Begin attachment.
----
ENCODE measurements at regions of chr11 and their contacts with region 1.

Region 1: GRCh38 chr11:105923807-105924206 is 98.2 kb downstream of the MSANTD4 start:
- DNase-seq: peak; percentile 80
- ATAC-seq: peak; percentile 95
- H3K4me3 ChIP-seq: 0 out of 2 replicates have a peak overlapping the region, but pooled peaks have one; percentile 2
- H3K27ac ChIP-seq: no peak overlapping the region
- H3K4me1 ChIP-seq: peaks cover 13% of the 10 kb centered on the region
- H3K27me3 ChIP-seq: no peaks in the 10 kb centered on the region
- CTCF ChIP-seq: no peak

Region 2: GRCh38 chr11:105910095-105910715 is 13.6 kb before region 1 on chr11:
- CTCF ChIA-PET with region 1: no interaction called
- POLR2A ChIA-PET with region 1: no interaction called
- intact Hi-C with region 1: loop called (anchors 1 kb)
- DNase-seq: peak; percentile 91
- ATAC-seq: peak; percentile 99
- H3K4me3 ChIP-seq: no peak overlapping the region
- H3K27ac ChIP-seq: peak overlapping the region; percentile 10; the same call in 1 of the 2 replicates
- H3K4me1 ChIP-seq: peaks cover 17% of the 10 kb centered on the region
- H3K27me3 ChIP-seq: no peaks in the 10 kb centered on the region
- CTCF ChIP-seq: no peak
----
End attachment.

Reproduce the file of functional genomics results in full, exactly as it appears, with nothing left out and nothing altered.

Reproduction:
ENCODE measurements at regions of chr11 and their contacts with region 1.

Region 1: GRCh38 chr11:105923807-105924206 is 98.2 kb downstream of the MSANTD4 start:
- DNase-seq: peak; percentile 80
- ATAC-seq: peak; percentile 95
- H3K4me3 ChIP-seq: 0 out of 2 replicates have a peak overlapping the region, but pooled peaks have one; percentile 2
- H3K27ac ChIP-seq: no peak overlapping the region
- H3K4me1 ChIP-seq: peaks cover 13% of the 10 kb centered on the region
- H3K27me3 ChIP-seq: no peaks in the 10 kb centered on the region
- CTCF ChIP-seq: no peak

Region 2: GRCh38 chr11:105910095-105910715 is 13.6 kb before region 1 on chr11:
- CTCF ChIA-PET with region 1: no interaction called
- POLR2A ChIA-PET with region 1: no interaction called
- intact Hi-C with region 1: loop called (anchors 1 kb)
- DNase-seq: peak; percentile 91
- ATAC-seq: peak; percentile 99
- H3K4me3 ChIP-seq: no peak overlapping the region
- H3K27ac ChIP-seq: peak overlapping the region; percentile 10; the same call in 1 of the 2 replicates
- H3K4me1 ChIP-seq: peaks cover 17% of the 10 kb centered on the region
- H3K27me3 ChIP-seq: no peaks in the 10 kb centered on the region
- CTCF ChIP-seq: no peak